Could Gerhard Have Been Saved?
Book Tour Stop Seven: Munich, Germany
When we did our book events for Stumbling Stone, the American version of Der Stolperstein, we decided to talk very little about Part III of the book—Gerhard’s story. Instead we focused on the unlikely romance between Karl Schmidt and Sarah Stern. We didn’t want to give away the mystery, assuming that no one would buy the book if we told them about Gerhard, who resisted the Nazis.
When we were planning our book tour in Germany for Der Stolperstein, we thought audiences would want to hear about Gerhard, who resisted the Nazis. It’s turned out to be a both/and situation. Germans seem quite taken with the story of Sarah, the Jewish reporter, and Karl, the German-born son of a high-ranking Nazi. There is also a fair amount of interest—and some controversy and even anger— about Gerhard. A newspaper in Steinbach, writing about our appearance there, called it a tragic story told with some humor. And talking about Gerhard in some detail hasn’t stopped people from buying the book. In fact, we’ve had to order more for the rest of the trip.
Our event in Munich, Germany, was at the NS-Documentation Center, a new building surrounded by stark white, square-columned, semi-classical buildings all designed by the Nazi architect Albert Speer. The Center describes its mission this way: “The City of Munich is aware of its special obligation to keep alive the memory of the Nazi era and its crimes and to inform citizens and visitors about it. After all, it was here in Munich that the rise of the National Socialist movement began after the First World War.”
The room where our event was held was set up for about 200 people. About 30 people attended. The Center bookstore had bought books to sell and this was the first place where we encountered someone who had read the book before we talked.
He had plenty to say about Gerhard’s situation. In our talk, Rudi explains what happened to Gerhard: murdered by the Nazis after being in the Buchenwald concentration camp. Rudi notes that even though Rudi’s father—Gerhard’s brother who is Der Alte in the novel—was a high-ranking Nazi, Gerhard was a victim of the Nazis.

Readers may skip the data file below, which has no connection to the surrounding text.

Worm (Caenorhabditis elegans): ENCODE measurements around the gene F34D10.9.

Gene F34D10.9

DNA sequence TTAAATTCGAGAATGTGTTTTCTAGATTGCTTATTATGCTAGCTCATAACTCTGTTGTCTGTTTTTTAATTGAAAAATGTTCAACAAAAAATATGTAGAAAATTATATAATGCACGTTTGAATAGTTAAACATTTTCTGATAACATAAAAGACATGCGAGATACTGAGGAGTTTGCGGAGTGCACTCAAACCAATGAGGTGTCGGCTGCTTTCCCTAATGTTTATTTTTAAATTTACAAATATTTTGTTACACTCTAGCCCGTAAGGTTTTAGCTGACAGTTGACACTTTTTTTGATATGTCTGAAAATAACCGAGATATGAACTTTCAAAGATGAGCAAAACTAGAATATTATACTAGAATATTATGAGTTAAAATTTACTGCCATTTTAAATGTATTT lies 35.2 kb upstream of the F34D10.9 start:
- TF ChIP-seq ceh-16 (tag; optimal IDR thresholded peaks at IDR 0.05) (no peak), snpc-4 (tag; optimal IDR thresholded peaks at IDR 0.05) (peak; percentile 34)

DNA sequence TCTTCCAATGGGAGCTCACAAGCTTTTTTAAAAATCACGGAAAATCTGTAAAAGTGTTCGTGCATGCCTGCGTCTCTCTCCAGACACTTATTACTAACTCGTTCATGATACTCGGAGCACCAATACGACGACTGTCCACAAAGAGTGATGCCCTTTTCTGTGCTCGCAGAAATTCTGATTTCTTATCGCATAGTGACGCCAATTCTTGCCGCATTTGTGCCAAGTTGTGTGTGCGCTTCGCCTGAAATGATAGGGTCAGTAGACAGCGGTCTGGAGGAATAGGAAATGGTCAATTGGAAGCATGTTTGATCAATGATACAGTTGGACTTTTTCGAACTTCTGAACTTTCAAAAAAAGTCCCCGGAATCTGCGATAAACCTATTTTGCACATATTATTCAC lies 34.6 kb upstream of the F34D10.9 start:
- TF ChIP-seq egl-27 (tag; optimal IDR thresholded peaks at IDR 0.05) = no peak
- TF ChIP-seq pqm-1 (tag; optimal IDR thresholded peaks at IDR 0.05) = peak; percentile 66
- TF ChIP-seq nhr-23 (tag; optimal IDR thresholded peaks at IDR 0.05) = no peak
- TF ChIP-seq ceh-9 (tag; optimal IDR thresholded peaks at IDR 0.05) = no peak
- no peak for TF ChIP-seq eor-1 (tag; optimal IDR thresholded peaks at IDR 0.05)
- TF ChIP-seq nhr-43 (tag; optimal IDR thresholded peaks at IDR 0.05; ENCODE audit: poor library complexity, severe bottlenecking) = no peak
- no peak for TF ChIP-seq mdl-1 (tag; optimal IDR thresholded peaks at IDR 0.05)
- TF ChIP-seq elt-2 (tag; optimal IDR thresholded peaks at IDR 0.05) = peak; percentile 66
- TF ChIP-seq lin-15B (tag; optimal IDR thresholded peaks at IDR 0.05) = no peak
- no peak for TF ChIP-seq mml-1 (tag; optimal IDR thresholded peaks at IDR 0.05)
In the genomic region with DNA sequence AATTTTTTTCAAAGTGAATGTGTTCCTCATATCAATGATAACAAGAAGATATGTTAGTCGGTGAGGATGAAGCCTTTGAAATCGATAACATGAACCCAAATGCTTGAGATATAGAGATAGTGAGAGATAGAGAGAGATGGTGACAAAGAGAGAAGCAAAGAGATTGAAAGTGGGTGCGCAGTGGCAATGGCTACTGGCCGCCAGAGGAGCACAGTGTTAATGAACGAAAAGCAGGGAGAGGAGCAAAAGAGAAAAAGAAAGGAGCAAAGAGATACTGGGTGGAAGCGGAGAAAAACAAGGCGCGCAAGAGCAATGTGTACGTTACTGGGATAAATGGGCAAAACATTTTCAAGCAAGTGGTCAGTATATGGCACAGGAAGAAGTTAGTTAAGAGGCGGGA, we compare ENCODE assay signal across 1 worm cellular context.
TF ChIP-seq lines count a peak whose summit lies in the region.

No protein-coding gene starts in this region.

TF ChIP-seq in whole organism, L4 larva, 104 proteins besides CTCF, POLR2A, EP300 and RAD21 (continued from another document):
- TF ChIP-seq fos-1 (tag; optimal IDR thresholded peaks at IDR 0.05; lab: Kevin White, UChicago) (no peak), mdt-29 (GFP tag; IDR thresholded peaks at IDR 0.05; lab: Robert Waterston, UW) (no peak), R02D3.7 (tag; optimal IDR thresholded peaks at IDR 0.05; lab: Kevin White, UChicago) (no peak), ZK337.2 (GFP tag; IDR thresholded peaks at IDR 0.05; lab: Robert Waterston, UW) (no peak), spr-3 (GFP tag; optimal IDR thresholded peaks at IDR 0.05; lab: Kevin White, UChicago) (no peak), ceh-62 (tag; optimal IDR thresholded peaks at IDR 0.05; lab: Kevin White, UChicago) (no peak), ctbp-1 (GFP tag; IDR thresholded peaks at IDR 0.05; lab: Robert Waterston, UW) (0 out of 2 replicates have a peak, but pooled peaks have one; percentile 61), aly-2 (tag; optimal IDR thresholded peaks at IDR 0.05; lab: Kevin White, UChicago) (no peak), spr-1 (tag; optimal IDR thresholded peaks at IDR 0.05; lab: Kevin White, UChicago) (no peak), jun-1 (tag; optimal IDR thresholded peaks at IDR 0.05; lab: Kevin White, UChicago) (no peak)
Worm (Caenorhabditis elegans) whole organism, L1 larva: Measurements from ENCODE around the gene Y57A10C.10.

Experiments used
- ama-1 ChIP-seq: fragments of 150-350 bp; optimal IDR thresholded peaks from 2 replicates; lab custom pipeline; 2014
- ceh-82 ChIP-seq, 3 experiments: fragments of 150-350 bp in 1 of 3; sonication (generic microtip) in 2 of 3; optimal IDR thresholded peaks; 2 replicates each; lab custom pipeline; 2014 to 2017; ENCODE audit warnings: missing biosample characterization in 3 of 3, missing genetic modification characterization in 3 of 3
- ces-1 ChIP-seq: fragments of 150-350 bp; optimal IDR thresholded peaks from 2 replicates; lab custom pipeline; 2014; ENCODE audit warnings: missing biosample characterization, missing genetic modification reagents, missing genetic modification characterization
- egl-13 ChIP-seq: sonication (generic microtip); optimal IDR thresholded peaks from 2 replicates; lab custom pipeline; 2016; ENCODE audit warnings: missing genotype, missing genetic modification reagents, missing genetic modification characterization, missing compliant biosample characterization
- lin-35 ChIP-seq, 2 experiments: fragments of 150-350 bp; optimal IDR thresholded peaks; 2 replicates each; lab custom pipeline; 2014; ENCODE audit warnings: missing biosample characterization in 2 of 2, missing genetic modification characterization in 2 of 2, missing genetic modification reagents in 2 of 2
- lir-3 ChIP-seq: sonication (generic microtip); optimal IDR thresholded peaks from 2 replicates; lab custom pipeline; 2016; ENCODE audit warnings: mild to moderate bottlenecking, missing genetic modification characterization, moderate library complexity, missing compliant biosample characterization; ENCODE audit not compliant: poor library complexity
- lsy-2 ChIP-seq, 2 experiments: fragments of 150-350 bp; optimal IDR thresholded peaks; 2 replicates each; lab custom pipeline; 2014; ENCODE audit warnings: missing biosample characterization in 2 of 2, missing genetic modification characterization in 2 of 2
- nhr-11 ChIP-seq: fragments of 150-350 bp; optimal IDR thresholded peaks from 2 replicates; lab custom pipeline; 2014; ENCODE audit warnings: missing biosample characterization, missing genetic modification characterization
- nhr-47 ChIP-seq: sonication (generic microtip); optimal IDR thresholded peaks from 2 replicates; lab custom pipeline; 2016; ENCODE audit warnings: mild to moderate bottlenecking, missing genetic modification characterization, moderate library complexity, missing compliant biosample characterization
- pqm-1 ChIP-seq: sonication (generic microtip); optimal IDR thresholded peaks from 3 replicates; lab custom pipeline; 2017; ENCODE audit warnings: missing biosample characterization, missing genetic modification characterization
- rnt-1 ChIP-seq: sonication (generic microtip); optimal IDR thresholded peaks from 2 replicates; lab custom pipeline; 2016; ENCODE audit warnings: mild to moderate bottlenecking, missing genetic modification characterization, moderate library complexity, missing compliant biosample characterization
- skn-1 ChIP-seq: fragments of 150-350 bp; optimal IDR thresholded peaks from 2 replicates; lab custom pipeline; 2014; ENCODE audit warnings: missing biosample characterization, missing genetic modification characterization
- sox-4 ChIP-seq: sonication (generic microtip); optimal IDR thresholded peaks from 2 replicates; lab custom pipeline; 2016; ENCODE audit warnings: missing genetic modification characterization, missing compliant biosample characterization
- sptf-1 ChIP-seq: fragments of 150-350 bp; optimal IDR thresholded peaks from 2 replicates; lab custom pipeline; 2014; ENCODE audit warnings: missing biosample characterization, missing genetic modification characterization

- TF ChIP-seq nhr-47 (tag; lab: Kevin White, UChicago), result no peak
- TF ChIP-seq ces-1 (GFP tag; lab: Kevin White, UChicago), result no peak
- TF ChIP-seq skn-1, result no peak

The audience member was angry. He wanted to know why Der Alte hadn’t done something to save his brother.He said that since he was a high-ranking Nazi, he should have been in a position to get Gerhard out of the concentration camp to Switzerland and safety. Or to a normal jail where he would not have been tortured or killed. Since that didn’t happened, the question is why?
Several times in different places, someone wanted to know what Der Alte said about his brother. Rudi tells this story: Gerhard was born on December 24. So was Rudi’s sister. Every year when it was her birthday, the family would gather in front of the decorated Christmas tree and sing traditional German Christmas carols. Rudi’s father walled himself off behind an open newspaper, presumably reading it. During the commemoration of Christmas, he said nothing and did not participate in any family activities. Once the Christmas part was over, he would acknowledge Rudi’s sister’s birthday by opening a bottle of champagne and making a toast, all the while remaining silent about the fact that Gerhard’s birthday was the same day. And on no other day did he ever mention Gerhard.
And at Rudi’s father’s funeral, the eulogy, presented by one of his former Nazi students, made note of the fact that he never in all his life, talked about his brother.
Another person at the Munich event wanted to know why it had taken us so long to learn some facts about Gerhard’s fate. He was surprised there wasn’t a central registry of everyone who had been in a concentration camp. The NS-Documentation Center is working to always find more information.
In our book, we deliberately leave open the question of what Der Alte’s role in Gerhard’s fate was. We don’t know. But people are anxious for a specific answer. At one event, one man pressed for answers about each detail of Gerhard’s decisions and destinations. I finally said—probably in ungrammatical German— “it’s all in the book,” a not-so-gentle hint for him to buy it. He didn’t.
But in the end, in Munich and elsewhere, the photo of Gerhard on the big screen is a dramatic way of reminding us about his life.
Rudi Raab and Julie Freestone are on a six-week book tour in Germany. They will be talking about their novel Der Stolperstein in 15 locations.